JPEG is currently the most widely used image format in the world. It is a lossy compression method used since over a decade and has been working great. “Not exactly” thinks Google and decides to rewrite a completely new image format for the web which it claims to generate 40% smaller image files than JPEGS with undistinguishable difference in the quality of the image. Google calls it ‘WebP’ (file extension .webp).
According to Google, 65% of the data floating on the internet at any given time is actually an image. And about 80% of these images are JPEGS. With the new WebP format, based on the VP8 codec that Google introduced in May 2010, Google expects faster image transfers over the internet. Even though WebP is a lossy compression method, it fares really well when it comes to file size without affecting much of the quality. Look for yourself:
Original JPEG Image WebP Image
Impressed? Here’s a small tutorial to convert JPEG, PNG or BMP files to WebP format: VIEW TUTORIAL
Now before you smart people jump on me let me clarify that the image on the right is a lossless and exact PNG rendition of the original WebP image. Because WebP is an extremely new image format, your computer won’t display it. Nor there are any WebP image viewers available at the moment. PNG is a lossless image format which preserves 100% image quality and hence it is used to display what the WebP conversion looks like.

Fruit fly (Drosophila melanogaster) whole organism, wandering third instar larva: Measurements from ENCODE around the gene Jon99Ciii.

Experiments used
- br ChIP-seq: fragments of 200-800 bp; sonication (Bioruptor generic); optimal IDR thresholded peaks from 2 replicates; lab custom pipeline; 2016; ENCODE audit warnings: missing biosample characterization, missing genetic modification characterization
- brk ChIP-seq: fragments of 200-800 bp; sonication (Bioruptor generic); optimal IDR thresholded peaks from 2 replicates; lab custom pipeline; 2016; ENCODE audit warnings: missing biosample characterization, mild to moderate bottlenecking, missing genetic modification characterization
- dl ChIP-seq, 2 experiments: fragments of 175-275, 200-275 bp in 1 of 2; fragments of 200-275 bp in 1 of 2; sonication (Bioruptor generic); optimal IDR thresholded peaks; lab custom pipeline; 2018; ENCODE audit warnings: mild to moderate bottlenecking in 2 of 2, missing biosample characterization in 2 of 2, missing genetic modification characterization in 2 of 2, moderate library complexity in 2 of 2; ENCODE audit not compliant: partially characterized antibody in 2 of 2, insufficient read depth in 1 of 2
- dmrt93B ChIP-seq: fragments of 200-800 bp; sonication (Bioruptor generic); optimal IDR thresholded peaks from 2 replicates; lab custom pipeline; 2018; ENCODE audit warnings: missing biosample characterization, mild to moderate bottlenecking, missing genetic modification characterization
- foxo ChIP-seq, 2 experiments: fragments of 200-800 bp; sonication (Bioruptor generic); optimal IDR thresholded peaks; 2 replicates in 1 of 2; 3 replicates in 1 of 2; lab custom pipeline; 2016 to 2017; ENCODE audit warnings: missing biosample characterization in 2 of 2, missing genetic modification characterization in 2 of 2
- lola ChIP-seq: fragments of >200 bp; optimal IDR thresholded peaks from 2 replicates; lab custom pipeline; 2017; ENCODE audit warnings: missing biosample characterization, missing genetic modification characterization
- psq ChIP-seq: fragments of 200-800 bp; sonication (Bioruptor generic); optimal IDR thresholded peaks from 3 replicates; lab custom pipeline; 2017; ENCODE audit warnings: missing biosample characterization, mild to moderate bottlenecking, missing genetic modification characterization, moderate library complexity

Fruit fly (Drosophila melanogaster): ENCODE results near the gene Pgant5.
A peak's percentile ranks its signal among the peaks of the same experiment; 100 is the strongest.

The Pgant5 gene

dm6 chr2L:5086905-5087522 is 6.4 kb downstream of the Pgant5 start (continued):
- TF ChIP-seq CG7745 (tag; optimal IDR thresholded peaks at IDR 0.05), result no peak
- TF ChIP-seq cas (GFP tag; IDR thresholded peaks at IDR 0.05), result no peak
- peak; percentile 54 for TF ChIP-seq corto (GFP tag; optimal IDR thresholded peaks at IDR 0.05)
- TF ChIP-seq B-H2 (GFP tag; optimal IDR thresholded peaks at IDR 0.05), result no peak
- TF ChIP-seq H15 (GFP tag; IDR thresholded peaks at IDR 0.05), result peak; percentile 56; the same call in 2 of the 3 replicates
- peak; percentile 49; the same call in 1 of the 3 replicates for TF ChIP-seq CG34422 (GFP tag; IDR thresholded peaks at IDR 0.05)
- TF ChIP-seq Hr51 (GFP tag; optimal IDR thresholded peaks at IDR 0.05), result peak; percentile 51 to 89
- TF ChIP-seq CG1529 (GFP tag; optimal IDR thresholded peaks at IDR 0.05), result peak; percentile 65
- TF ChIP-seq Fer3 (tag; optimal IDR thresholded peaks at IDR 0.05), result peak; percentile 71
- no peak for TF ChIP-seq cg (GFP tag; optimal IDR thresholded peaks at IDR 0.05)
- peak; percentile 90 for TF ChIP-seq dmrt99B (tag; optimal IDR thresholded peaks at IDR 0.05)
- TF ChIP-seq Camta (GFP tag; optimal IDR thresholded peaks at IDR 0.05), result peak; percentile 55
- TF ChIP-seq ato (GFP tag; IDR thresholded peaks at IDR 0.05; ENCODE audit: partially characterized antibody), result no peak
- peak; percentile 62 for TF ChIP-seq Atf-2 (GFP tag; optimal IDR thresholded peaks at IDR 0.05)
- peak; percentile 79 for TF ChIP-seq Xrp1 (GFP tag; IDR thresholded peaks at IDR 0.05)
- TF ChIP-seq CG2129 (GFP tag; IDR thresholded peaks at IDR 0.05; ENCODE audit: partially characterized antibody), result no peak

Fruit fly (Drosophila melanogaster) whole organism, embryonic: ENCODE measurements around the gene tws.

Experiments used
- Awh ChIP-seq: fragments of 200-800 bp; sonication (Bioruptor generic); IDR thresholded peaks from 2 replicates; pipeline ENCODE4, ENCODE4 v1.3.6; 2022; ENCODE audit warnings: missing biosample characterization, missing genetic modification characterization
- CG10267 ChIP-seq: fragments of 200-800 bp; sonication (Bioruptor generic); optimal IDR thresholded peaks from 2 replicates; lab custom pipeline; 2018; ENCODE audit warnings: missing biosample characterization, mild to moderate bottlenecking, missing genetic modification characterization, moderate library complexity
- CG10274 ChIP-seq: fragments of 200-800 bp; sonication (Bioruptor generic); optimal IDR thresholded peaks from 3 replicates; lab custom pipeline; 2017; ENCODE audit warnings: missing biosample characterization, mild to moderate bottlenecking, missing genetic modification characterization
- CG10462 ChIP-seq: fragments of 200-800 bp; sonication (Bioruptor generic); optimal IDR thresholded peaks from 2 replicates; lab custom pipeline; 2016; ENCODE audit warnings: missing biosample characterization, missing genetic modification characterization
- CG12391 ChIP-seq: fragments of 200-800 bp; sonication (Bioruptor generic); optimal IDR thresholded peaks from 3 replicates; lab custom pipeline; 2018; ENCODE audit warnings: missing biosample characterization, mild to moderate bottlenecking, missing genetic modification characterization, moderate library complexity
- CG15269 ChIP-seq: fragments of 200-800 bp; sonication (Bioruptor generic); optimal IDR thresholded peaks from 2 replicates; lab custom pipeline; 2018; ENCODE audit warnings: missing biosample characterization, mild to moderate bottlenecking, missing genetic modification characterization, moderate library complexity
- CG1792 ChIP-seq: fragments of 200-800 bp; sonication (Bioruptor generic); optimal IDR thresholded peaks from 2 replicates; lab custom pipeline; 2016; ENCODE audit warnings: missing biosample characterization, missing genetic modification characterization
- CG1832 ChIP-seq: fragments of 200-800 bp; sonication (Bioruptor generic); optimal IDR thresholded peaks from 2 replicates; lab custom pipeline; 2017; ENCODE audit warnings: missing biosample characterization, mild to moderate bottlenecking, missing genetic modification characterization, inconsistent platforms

In case you’re curious, here is the WebP image file: WebP-Dance.webp [Right click > Save Target As…]
Size of the original JPEG file: 114KB
Size of the WebP converted image: 37.2KB
Difference: 67.3% smaller
Now imagine all the images on the web shrinks down by that percentage. Amazing isn’t it. The best part is, you can control the output image format and quality. While converting any image format to WebP, you can provide the desired image quality in the range from 1 to 100.
On a serious note though, it’s one hell of a herculean task to steal JPEG’s thunder. WebP conversion takes about 8 times longer than JPEG conversion. And Google knows it’s not going to be as easy as making WebM the defacto standard for web videos. WebM’s story is completely different because Google has YouTube on its side and thus can mould the web video standards the way it wishes. When it comes to images however, what Google can atmost do is to provide native WebP support in Chrome. This means that other webkit browsers like Safari can also support the format. That way, it can atleast start spreading the format in the mainstream.
Shifting mass attention to a new format is no joke, especially when the competitor is a reigning champion since 18 years. But when something is backed by innovation, cutting edge performance and the internet giant himself, you never know.